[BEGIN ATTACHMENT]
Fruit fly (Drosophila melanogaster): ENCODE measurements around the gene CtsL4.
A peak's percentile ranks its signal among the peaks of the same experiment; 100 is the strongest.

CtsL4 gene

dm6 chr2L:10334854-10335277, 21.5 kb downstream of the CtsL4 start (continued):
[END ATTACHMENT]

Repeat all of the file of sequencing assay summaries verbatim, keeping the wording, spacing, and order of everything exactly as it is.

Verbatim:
Fruit fly (Drosophila melanogaster): ENCODE measurements around the gene CtsL4.
A peak's percentile ranks its signal among the peaks of the same experiment; 100 is the strongest.

CtsL4 gene

dm6 chr2L:10334854-10335277, 21.5 kb downstream of the CtsL4 start (continued):